In 1985 Ellery Kurtz and Howard Wishnow founded Vertical Horizons.  Its mission purpose lay in the belief that items of cultural value would play an important role when manned, long-term space flight became a reality.  The centuries old traditional media of oil painted on canvas seemed a perfect marriage with the futuristic idea of manned space travel.  We therefore felt it fitting that oil paintings be used for this first extra-terrestrial conservation experiment.

The National Aeronautics and Space Administration (N.A.S.A.) was contacted to discuss the possibilities and a short time later a proposal to participate in N.A.S.A.’s Get Away Special (G.A.S.) program was submitted and accepted.

The idea of art going into space intrigued the press and the story was referenced in several newspaper articles:

    “Ellery Kurtz paintings will orbit Earth”, Art People, The New York Times, Friday, November 22, 1985, p.c28 Weekend section

    “Canvases on the Columbia”, Arts Beat, The Washington Post, Monday, November 25, 1985, p. C7 The Arts/Leisure

   “Spaced – Out Artwork Adds Allure to Flights of NASA’s Shuttles, The Wall Street Journal, Tuesday, December 10,1985, p.1 & p. 15

Partial Text of final report to NASA: Submitted April 14, 1987


    The Vertical Horizons experiment represents an initial investigation into the transportation of fine arts materials aboard a Space Shuttle. Within the confines of a G.A.S. canister, artist quality fine arts materials were packaged and exposed to the rigors of space flight in an attempt to identify factors which may have an adverse effect.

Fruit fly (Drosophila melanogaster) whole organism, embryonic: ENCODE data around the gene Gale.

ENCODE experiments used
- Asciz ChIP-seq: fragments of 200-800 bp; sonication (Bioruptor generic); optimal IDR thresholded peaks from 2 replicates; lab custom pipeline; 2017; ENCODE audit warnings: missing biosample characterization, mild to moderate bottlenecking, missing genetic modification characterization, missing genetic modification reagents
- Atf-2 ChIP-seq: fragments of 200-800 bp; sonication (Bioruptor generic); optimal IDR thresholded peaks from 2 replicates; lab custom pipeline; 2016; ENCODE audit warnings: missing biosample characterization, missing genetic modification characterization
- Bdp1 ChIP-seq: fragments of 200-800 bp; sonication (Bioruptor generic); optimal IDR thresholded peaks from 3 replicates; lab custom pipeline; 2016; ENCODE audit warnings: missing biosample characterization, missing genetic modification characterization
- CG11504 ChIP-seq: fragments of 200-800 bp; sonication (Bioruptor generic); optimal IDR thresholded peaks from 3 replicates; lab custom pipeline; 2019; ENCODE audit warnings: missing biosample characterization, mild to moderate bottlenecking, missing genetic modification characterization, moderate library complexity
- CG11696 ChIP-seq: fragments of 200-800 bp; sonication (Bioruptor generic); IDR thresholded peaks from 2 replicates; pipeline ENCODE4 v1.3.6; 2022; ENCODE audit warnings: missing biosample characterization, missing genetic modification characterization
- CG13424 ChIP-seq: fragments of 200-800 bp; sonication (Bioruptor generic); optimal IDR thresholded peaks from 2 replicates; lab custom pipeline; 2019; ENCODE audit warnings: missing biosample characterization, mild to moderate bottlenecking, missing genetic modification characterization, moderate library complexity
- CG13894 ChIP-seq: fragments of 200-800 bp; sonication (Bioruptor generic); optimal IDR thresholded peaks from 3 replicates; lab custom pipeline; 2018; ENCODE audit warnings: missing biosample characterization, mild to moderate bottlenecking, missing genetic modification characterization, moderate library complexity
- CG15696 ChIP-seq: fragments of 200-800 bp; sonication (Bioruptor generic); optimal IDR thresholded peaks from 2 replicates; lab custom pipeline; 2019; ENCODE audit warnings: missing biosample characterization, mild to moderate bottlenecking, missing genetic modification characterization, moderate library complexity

Currently, little experimentation has been done in assessing transportation hazards of fine arts materials aboard a Space Shuttle.  This initial experiment will provide a foundation upon which additional data may be compiled in order to safely transport objects of visual art into space.

   Our intention was to identify any accelerated degradation in the experimental samples caused by the cumulative effects of vibration, extreme temperature changes, zero gravity and G-force stress resulting from Space Shuttle flight.


   When fine arts materials are transported in the method adhered to in this experiment, no sign of degradation is apparent.  We may therefore conclude that fine arts materials can be transported for limited periods of time into space and returned safely.

   Several companies donated materials to the experiment.  Artist supply manufacturers Winsor & NewtonTM donated artist oil paints and medium; Martin/F. Weber art manufacturer donated artist oil paint and the Onset Computer Corporation in Massachusetts loaned a “TattletaleTM thermograph to record the extreme temperatures within the G.A.S. canister loaded into the cargo bay of the Space Shuttle Columbia for the STS-61 (Space Transportation System) scheduled flight on December 12, 1985 which was delayed until January 12, 1986.

   Samples of unprimed, single primed and double primed canvas were concentrically rolled and packed into the G.A.S. canister at Cape Canaveral.  The samples were both painted and unpainted.  Control samples remained on the ground which were also evaluated using the same methods as the flown materials.

   Four original works of art painted by Ellery Kurtz were packed into the G.A.S. canister.  Both pre-flight and post-flight, the artworks were inspected by the conservation department of Julius Lowy Frame & Restoration Company in New York City who graciously donated their time, staff and any materials required, such as X-rays of the paintings.